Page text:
(Photo via Politico and BGA Think Tank)

A little-known provision of the Internal Revenue Code, IRC § 6103(g), allows the President of the United States to request the tax returns of any individual or business he wishes.  Concerned that the President may be asking for tax returns in order to retaliate against opponents of his administration, in March 2012 Cause of Action submitted a FOIA request to the Internal Revenue Service (IRS) seeking records of any presidential requests for these returns.  The IRS denied our request in May, citing a provision that prohibits the release of private tax return information.  Since Cause of Action asked only for any presidential requests for returns, not the returns themselves, we appealed the IRS’s decision.  When the IRS denied our appeal as well, we sued for the documents’ release while also submitting an additional FOIA request seeking communications concerning our original request.

After months of back-and-forth between Cause of Action and the IRS, in October 2012 we were stunned to learn that the documents we’d been requesting since March had never even existed!  According to the IRS Office of Disclosure, since the law’s inception in 1976 no president had ever requested tax returns through § 6103(g).  Why it took the IRS seven months to disclose this important bit of information, plus a bona fide freak-out by IRS Counsel and Disclosure staff, is revealed in the following documents [Large file warning] received by Cause of Action in March 2013.

Take a look at these excerpts from an e-mail between Tax Law/ FOIA Specialists Valerie Barta and Janice Rudolph, dated May 21, 2012:



Ms. Rudolph agreed, concluding that Cause of Action was not privy to information regarding presidential requests for tax returns.  Note that these specialists appeared to operate under the assumption that the records did, in fact, exist.

Cause of Action eventually filed suit on October 2, prompting immediate finger-pointing in the IRS’ FOIA division:


Ms. Barta’s response is telling:


Way to throw a colleague under the bus, Val.  Ms. Barta and Ms. Rudolph both seemingly failed to inform management why they denied Cause of Action’s request or to convey the seriousness with which we threatened to take legal action.  In fact, it appears that the two neglected to conduct a due diligence review of potentially responsive documents, instead relying on poor legal reasoning to prop up their contention that the documents would be exempt from disclosure.  After we filed suit, IRS analyst David Nimmo returned to the issue and made a surprising discovery.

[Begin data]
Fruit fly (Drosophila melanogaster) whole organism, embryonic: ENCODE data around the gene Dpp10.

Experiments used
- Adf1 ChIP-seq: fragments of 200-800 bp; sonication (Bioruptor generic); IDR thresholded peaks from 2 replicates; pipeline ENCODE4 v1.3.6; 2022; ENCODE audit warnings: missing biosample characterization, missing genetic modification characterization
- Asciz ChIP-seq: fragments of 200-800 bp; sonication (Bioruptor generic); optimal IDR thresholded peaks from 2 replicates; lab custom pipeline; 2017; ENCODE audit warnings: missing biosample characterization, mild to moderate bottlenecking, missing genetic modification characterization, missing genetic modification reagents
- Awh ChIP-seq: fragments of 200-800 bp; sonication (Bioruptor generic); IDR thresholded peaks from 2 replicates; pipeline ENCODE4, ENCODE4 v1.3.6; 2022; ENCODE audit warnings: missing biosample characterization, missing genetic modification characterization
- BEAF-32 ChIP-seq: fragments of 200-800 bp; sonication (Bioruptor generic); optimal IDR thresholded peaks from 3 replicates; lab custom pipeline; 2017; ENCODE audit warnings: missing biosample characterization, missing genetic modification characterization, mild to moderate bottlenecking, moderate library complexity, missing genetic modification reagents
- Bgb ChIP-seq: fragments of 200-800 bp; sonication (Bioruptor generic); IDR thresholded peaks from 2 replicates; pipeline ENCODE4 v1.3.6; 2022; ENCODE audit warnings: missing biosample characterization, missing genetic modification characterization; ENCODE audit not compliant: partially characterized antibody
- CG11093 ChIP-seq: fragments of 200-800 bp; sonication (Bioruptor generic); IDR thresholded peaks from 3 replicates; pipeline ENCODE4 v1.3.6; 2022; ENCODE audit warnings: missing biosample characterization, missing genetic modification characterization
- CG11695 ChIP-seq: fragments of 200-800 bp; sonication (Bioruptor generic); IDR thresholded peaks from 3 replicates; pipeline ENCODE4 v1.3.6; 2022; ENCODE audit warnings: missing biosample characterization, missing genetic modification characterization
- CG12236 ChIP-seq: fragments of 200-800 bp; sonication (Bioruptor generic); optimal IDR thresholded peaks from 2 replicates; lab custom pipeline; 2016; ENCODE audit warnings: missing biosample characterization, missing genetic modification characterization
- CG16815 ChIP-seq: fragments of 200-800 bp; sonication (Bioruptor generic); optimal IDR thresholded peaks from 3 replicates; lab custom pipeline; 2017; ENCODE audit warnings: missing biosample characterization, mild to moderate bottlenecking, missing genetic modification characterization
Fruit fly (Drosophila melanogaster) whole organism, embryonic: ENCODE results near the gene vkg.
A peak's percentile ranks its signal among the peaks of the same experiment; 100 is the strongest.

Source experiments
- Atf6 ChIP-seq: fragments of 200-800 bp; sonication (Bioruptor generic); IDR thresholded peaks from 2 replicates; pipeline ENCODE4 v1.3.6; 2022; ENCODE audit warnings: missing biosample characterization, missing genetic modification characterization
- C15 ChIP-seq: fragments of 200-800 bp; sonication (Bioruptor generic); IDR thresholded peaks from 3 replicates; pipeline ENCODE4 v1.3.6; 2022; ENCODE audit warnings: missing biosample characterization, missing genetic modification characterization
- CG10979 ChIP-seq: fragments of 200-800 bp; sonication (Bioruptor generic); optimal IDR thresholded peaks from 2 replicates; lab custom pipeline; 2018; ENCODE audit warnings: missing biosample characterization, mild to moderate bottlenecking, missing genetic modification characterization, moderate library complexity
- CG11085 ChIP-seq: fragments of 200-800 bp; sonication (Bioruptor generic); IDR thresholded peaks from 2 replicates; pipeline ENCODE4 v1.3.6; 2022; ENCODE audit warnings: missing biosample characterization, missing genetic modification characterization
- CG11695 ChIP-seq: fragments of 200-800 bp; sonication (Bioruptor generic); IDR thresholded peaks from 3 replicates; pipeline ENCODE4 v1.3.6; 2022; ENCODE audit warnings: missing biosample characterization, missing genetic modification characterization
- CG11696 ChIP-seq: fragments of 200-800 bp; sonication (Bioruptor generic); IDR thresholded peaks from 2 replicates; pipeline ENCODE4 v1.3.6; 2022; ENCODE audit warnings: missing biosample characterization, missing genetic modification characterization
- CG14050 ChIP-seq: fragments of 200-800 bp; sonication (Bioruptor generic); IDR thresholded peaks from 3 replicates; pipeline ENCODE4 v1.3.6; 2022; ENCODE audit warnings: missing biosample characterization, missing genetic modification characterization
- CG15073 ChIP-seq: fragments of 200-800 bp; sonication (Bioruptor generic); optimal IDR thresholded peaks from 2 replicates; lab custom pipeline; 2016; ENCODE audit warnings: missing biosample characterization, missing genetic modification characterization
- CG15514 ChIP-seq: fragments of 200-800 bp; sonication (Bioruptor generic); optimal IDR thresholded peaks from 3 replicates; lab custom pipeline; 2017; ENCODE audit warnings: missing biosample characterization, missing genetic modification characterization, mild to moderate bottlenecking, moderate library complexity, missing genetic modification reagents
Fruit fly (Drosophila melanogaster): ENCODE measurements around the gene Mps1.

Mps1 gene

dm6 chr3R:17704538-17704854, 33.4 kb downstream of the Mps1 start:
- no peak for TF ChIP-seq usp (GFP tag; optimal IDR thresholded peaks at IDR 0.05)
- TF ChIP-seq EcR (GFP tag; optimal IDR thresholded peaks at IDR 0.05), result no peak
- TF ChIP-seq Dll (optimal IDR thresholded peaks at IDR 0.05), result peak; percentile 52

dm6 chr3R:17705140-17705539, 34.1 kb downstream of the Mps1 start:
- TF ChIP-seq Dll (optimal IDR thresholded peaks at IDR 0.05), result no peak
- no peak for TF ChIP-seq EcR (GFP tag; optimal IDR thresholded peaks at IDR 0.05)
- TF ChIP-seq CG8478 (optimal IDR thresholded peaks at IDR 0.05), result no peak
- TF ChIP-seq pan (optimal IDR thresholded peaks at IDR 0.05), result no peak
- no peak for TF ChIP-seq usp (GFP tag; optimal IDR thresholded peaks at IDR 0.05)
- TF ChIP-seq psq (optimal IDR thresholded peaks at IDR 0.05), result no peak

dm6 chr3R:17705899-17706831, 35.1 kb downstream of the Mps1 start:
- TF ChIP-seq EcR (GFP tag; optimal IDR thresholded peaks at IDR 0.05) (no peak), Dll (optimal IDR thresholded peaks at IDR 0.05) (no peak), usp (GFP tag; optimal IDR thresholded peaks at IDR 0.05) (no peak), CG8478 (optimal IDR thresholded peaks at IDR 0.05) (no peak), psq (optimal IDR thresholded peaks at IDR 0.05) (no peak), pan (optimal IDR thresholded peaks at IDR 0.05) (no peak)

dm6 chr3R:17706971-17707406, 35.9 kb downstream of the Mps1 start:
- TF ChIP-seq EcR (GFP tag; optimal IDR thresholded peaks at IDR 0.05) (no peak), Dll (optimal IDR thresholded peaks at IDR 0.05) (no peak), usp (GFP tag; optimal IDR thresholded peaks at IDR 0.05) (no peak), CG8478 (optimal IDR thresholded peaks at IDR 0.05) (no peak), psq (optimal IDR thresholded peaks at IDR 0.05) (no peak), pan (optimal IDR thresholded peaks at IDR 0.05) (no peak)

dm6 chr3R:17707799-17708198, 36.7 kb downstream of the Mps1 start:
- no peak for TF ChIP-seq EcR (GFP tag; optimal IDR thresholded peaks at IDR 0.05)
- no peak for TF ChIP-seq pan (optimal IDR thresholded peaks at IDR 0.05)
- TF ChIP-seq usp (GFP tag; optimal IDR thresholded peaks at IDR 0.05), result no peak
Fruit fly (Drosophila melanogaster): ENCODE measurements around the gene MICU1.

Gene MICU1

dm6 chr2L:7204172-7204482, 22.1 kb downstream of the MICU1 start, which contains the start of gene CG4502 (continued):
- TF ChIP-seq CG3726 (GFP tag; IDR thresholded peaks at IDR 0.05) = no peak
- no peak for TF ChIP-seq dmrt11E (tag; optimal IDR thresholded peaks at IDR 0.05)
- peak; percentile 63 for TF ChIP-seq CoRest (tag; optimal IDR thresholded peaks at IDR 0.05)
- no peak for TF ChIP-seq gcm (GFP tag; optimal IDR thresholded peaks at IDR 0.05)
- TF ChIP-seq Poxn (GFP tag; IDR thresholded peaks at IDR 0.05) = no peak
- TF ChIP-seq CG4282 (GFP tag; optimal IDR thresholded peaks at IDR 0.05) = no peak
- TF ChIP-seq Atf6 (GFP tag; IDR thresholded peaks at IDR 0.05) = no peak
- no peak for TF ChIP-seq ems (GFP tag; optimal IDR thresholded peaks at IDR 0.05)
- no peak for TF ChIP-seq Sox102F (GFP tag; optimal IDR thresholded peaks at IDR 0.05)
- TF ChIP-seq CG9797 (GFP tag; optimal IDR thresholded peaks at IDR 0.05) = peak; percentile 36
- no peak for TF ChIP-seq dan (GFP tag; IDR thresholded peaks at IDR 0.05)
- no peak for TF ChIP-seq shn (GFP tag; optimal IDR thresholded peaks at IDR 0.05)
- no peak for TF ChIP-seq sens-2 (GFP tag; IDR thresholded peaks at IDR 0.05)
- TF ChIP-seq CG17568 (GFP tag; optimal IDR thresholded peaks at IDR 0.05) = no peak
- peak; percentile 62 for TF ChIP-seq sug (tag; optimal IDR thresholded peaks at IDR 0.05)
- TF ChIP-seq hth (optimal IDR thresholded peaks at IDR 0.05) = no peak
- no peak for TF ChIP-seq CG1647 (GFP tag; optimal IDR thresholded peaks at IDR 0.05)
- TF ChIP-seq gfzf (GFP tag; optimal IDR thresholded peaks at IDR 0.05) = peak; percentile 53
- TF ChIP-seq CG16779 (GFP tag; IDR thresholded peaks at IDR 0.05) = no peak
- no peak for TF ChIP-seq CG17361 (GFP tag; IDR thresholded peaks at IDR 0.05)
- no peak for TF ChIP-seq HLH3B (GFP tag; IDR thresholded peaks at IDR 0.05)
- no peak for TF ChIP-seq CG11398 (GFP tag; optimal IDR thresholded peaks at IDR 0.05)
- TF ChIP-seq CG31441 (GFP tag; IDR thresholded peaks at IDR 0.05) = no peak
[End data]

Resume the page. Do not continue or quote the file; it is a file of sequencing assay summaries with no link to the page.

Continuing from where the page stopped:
An excerpted e-mail from the afternoon of October 2:


Forgive us for feeling a little miffed that the IRS didn’t research this issue with Counsel before denying both our request and appeal.  And since it took Mr. Nimmo a matter of hours to ascertain that no records existed, what exactly prevented Ms. Barta and Ms. Rudolph from conducting that most basic of searches five months previously?

Counsel’s research soon yielded an answer to whether the denial was done in error.

Senior Technician Reviewer Don Squires on October 3:


Counsel A.M. Gulas:


And Chief of Disclosure Gary Prutsman:


With it now established that the IRS had erred in denying our request, one would expect the agency to confess its mistake and quickly contact us to remedy the situation.  But with journalists now asking questions, the IRS was hesitant to admit it had acted wrongly.  In fact, all the press attention caused a bit of an office-wide freak-out.

Disclosure Chief John Davis responding to our press release and the resulting media inquiries on October 3:


Counsel A.M. Gulas after the Washington Examiner published a piece on October 4:


As the flames climbed higher, IRS firefighters worked to douse the blaze before it consumed their agency’s reputation:



Counsel Sarah Tate came up with a creative way to spin their original denial:


If that explanation sounds largely incomprehensible, that’s because it is.  By this point the IRS was grasping for any justification that would allow them to avoid responsibility for their error.  In the process, they wasted a tremendous amount of employee time and taxpayer dollars defending themselves in a pointless battle they could have easily avoided some months previously.

As we often do, Cause of Action alerted media when we filed our lawsuit against the IRS for refusing to disclose presidential requests for tax returns.  After Politico and the Washington Examiner ran stories, media began questioning the IRS for a response.  Although Cause of Action had been in contact with the IRS regarding our FOIA request and appeal for months, they only revealed that no documents existed to the Washington Examiner and the Washington Free Beacon.  IRS officials apparently do not respect the FOIA process or even the judicial system, but instead will cave to media scrutiny.

After finally receiving written confirmation in late November that no responsive documents existed, Cause of Action dismissed the lawsuit on December 5; by that time, however, the damage had already been done.  Because two FOIA analysts failed to undertake a simple search and instead relied on their own inadequate legal analysis, Cause of Action and the IRS were both forced to spend time and money on needless litigation.  Even after it became clear no records existed, the IRS continued to obsessively protect its reputation rather than admit its error and move forward.  Unfortunately, it appears that one must sue to ensure that IRS analysts conduct searches with the diligence and oversight that FOIA demands.